Access by landlords

11.8.1.L2 Updated on:

Access to accommodation by landlords

A landlord should give a tenant reasonable notice in writing of their need to access the property. This is usually at least 24 hours’ notice. Writing can includes text message and e-mail.

Providing a tenant meets the terms of their lease, their landlord should allow them peaceful enjoyment of the property.

Usually a landlord has the right to access the property to inspect the state of repair and it is recommended that they inspect the state of repair against the inventory at regular intervals to prevent problems at the end of the tenancy. A landlord may gain access with reasonable notice if they believe that any terms of the lease are being breached or if they believe that anything unlawful is taking place on the premises.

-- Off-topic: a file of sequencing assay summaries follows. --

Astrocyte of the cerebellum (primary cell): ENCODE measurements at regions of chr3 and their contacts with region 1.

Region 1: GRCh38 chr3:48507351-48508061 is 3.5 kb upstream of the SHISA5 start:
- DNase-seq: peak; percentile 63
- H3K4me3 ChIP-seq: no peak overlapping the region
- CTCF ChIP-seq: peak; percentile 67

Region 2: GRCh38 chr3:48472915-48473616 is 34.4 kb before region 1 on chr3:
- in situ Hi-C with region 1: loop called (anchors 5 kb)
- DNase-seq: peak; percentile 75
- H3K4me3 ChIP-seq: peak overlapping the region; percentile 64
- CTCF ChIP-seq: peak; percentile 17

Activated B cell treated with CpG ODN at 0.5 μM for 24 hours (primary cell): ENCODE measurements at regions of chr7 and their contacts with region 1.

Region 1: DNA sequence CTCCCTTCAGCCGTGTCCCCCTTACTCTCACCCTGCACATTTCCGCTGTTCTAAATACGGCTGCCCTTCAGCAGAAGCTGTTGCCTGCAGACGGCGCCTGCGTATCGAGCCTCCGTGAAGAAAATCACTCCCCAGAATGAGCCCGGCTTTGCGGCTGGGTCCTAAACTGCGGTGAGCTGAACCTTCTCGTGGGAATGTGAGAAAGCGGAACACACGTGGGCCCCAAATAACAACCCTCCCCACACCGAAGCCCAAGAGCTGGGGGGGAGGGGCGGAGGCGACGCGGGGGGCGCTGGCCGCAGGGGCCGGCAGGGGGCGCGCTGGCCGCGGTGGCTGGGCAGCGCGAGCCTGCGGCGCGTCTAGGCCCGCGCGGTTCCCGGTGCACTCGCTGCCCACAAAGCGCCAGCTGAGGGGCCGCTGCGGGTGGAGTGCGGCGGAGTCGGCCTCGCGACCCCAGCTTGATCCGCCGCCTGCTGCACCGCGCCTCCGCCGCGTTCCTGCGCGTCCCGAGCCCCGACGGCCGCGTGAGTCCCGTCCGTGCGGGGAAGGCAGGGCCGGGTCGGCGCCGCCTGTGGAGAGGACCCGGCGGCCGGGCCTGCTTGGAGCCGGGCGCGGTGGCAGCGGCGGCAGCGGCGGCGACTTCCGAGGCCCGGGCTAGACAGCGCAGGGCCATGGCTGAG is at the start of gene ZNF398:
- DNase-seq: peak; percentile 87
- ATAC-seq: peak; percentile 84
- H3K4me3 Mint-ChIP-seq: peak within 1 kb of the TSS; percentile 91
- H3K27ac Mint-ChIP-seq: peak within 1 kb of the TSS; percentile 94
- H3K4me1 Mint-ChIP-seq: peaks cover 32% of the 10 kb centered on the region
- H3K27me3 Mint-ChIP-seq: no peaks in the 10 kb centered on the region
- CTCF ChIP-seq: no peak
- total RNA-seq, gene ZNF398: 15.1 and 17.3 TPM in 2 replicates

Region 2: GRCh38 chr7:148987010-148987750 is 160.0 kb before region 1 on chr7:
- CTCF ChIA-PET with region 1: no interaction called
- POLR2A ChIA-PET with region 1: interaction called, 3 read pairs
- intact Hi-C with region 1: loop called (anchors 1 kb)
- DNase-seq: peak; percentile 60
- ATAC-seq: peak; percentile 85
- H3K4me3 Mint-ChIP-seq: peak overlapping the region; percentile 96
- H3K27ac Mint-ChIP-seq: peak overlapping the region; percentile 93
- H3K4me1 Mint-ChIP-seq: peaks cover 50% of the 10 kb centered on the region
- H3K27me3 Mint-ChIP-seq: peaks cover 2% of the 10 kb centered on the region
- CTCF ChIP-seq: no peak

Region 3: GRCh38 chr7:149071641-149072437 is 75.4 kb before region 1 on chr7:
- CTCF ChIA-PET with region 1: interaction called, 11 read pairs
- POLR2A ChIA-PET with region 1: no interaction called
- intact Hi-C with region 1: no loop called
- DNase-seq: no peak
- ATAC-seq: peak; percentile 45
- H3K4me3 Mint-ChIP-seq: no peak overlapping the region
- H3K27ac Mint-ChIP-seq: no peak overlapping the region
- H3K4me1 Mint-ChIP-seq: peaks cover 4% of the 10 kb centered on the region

A landlord has a right to access with reasonable notice for any necessary maintenance. In the event of an emergency, for example, a landlord may need to gain immediate access to prevent a fire or prevent a safety risk to the tenant and other residents. However, for all other repairs the tenants should be given at least 24 hours’ notice.

Before the end of a lease, or if the owner decides to sell the property, the landlord or his agent has a right of access for viewings by potential new tenants or buyers, subject to giving any sitting tenant reasonable notice.

A landlord does not have a right to enter in any other circumstances unless they have a court order.